Howard Florey, co-discoverer of penicillin and driving force behind the research which led to its introduction to medicine was an Australian Scientist.
Howard Florey, co-discoverer of Penicillin
After periods in the United States and at the University of Cambridge, he was appointed to the Joseph Hunter Chair of Pathology at the University of Sheffield in 1931. In 1935 he returned to Oxford, as Professor of Pathology and Fellow of Lincoln College, leading a team of researchers. In 1938, working with Ernst Boris Chain and Norman Heatley, he read Alexander Fleming's paper discussing the antibacterial effects of Penicillium notatum mould.
In 1941, they treated their first patient, Albert Alexander, who had been scratched by a rose thorn. His whole face, eyes, scalp were swollen, and he had an eye removed to relieve some of the pain. Within a day of given penicillin he started recovering. However they didn’t have enough penicillin to help him to full recovery. Unfortunately he had a relapse and died. Because of this awful experience, they changed their focus to children, who didn’t need such large quantities of penicillin.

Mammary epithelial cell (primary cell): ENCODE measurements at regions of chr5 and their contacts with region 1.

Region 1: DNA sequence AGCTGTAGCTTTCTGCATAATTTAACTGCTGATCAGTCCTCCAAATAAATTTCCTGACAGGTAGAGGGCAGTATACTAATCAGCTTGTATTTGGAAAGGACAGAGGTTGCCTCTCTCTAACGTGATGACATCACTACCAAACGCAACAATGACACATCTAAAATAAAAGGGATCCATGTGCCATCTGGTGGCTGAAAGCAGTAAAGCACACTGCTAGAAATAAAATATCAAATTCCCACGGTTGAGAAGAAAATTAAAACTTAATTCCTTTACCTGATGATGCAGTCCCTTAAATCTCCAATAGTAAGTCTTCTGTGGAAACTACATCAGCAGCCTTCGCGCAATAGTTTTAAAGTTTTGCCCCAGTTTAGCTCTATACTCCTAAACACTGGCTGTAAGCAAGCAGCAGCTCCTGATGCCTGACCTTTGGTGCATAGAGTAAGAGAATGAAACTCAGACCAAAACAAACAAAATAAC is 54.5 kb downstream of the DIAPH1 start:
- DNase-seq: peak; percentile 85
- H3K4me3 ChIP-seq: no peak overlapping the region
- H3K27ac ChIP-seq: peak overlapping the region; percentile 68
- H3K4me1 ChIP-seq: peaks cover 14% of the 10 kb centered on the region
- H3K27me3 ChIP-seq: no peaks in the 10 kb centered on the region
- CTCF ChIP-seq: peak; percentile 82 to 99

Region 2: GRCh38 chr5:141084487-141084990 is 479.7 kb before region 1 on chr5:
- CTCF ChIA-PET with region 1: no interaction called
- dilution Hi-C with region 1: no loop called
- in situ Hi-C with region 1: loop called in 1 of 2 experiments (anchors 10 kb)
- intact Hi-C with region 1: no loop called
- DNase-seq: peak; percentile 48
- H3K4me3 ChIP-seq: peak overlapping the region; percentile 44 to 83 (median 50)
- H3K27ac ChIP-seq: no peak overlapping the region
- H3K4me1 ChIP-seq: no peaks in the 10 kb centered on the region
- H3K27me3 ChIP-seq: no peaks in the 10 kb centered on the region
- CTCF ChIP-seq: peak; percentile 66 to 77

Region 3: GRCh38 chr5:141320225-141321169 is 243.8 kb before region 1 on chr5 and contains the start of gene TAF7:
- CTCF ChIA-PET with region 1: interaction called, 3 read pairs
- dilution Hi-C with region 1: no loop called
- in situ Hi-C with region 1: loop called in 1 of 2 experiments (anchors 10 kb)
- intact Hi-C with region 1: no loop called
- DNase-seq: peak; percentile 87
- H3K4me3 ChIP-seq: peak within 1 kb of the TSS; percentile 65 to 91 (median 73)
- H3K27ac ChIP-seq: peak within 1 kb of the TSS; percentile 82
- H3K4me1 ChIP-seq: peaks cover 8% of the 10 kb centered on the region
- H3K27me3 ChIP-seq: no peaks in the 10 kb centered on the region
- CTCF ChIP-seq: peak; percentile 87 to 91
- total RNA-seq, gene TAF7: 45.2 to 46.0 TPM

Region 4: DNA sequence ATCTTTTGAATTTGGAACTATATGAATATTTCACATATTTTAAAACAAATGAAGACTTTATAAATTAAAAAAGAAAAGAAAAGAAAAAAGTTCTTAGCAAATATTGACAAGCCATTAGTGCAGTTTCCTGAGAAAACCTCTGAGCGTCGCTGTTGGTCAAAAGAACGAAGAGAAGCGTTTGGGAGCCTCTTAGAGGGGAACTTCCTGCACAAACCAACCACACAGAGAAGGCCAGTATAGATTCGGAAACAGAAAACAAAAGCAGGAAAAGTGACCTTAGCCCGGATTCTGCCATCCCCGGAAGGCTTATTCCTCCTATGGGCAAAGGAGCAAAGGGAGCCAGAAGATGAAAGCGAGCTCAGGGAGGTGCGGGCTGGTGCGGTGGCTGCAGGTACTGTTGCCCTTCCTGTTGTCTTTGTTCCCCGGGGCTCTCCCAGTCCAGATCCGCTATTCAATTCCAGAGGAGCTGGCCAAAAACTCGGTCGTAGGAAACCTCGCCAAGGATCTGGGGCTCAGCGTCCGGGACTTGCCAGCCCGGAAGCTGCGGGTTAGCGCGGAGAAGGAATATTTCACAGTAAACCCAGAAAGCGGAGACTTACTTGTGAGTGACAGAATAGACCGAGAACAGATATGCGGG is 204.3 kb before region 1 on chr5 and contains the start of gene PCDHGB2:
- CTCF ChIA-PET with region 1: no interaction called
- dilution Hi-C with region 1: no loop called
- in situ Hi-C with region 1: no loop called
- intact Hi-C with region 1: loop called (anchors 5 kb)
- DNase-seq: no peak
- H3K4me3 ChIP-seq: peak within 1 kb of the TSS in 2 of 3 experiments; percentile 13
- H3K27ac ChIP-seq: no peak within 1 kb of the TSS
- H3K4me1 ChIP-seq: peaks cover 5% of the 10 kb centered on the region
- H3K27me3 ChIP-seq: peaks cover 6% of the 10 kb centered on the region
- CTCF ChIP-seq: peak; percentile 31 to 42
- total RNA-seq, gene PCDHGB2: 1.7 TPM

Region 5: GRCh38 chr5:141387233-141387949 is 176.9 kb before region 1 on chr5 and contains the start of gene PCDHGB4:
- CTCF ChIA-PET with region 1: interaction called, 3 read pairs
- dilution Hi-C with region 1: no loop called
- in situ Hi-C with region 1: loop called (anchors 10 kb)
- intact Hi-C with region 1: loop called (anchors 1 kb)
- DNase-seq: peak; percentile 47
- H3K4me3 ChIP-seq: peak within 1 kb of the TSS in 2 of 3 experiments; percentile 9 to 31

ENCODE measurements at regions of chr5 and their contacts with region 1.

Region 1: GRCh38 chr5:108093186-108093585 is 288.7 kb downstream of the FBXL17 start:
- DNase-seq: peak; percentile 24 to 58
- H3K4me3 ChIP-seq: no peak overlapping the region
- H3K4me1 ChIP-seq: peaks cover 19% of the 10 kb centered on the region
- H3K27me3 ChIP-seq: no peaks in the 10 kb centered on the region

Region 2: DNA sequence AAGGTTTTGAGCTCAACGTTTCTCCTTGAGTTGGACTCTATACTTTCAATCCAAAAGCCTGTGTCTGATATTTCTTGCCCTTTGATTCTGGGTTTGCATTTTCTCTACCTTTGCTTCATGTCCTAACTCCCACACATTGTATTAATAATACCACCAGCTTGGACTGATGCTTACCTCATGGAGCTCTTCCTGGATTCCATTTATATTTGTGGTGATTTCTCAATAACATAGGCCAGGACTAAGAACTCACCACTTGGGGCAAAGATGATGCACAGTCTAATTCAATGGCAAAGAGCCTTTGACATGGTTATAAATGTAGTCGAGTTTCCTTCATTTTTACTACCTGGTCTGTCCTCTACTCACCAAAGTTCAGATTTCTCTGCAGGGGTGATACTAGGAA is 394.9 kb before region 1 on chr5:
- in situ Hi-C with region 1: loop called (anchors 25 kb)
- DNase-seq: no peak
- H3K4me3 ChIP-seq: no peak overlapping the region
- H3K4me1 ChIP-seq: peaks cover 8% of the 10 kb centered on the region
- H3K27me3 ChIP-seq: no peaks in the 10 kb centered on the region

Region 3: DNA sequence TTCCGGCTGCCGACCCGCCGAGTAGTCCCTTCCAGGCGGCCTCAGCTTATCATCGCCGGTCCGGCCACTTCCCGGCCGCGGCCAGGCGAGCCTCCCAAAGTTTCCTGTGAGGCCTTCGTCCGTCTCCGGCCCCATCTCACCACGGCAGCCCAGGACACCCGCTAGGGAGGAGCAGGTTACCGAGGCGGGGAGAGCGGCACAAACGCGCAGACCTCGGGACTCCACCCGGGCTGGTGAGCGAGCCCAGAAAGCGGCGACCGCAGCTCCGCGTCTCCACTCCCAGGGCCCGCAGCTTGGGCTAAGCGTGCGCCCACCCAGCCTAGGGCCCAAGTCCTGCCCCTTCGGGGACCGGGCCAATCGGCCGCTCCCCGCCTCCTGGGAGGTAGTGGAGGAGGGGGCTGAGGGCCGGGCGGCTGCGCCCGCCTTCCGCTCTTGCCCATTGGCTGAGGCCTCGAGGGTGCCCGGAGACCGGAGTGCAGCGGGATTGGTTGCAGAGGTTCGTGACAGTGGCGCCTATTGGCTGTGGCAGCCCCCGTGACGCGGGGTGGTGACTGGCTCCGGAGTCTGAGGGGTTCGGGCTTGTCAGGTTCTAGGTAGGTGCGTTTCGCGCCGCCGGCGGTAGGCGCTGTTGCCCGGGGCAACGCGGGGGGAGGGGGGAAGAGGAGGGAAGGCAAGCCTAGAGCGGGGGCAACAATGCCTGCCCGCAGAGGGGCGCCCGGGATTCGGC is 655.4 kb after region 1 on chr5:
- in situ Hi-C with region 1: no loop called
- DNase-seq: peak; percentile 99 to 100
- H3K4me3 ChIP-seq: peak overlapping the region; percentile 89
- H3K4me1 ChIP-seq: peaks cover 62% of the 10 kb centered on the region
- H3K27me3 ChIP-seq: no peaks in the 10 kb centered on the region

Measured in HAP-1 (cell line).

His research team investigated the large-scale production of the mould and efficient extraction of the active ingredient, succeeding to the point where, by 1945, penicillin production was an industrial process for the Allies in World War II.